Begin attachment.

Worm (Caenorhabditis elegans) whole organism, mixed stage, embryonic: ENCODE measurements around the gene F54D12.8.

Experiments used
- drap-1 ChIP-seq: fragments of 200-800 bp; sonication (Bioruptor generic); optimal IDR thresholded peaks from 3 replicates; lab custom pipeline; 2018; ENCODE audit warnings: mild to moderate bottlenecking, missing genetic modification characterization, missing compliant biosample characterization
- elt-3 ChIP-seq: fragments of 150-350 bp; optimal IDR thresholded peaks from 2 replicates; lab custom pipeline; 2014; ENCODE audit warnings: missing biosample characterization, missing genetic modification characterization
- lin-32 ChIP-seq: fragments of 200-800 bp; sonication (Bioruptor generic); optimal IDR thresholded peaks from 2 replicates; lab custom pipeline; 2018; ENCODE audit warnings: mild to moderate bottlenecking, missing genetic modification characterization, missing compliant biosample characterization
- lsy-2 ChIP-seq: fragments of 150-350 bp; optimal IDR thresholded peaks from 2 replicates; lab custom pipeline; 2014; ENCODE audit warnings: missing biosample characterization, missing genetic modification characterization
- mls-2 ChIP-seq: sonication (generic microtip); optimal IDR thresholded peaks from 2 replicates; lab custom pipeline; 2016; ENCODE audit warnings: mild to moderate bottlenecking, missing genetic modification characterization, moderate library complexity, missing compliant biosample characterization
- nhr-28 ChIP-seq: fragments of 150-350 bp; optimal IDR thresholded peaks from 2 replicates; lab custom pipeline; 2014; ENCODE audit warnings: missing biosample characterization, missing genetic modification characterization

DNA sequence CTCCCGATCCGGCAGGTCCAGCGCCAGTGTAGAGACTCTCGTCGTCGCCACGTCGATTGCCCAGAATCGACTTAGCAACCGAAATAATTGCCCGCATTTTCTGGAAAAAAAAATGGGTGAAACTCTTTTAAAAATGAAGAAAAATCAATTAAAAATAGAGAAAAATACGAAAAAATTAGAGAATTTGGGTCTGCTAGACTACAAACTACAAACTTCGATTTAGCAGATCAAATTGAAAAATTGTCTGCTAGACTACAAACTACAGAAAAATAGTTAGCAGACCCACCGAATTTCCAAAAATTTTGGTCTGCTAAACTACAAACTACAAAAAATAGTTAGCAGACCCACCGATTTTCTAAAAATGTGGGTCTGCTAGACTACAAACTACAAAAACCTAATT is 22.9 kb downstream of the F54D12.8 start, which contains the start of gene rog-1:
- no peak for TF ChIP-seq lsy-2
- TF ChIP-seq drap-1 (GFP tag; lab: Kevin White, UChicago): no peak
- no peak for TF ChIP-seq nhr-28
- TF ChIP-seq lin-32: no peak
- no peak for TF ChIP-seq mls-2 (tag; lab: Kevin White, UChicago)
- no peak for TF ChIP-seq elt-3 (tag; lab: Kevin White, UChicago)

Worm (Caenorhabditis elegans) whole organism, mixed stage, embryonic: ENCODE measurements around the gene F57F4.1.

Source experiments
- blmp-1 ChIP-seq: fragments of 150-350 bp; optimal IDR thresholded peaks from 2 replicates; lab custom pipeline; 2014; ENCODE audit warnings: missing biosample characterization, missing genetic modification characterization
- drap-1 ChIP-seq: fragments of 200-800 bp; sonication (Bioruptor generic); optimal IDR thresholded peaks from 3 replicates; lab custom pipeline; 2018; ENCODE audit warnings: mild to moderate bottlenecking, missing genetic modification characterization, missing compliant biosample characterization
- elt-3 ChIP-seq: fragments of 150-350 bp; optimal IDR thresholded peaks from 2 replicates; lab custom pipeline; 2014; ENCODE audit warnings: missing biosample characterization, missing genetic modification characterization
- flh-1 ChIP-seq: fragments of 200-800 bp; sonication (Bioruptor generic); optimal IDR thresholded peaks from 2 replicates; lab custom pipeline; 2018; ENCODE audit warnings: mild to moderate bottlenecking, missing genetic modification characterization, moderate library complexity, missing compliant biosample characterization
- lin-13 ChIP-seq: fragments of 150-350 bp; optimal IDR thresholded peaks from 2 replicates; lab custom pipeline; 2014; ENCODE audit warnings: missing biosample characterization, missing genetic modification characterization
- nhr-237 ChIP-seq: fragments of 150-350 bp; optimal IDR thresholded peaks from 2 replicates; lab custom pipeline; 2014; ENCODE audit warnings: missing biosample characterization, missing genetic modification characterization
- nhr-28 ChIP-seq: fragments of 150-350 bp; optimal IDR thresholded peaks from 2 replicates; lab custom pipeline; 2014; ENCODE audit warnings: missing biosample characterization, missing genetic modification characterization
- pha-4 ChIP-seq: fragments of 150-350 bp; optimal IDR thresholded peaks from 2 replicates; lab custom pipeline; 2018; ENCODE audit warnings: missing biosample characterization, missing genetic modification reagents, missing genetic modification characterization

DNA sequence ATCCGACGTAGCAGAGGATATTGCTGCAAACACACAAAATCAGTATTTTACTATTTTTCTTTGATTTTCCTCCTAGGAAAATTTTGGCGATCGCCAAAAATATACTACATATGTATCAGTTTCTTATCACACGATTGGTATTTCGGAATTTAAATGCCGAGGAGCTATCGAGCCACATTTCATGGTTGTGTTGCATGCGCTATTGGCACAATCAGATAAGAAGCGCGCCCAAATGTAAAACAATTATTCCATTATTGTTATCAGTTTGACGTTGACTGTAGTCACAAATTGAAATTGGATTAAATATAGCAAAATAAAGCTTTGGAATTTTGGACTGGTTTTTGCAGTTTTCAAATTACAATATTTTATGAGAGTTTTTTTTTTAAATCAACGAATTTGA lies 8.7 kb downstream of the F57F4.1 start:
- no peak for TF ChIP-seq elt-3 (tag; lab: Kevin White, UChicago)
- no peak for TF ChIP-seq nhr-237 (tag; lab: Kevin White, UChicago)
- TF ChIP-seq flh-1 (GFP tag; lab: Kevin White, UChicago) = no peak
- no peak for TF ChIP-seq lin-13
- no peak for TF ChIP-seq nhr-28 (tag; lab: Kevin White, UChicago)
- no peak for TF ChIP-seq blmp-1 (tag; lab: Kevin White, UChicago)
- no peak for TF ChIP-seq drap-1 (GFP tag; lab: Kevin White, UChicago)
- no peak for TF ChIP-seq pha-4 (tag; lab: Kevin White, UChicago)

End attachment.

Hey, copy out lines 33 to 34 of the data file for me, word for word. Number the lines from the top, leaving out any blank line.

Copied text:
- no peak for TF ChIP-seq drap-1 (GFP tag; lab: Kevin White, UChicago)
- no peak for TF ChIP-seq pha-4 (tag; lab: Kevin White, UChicago)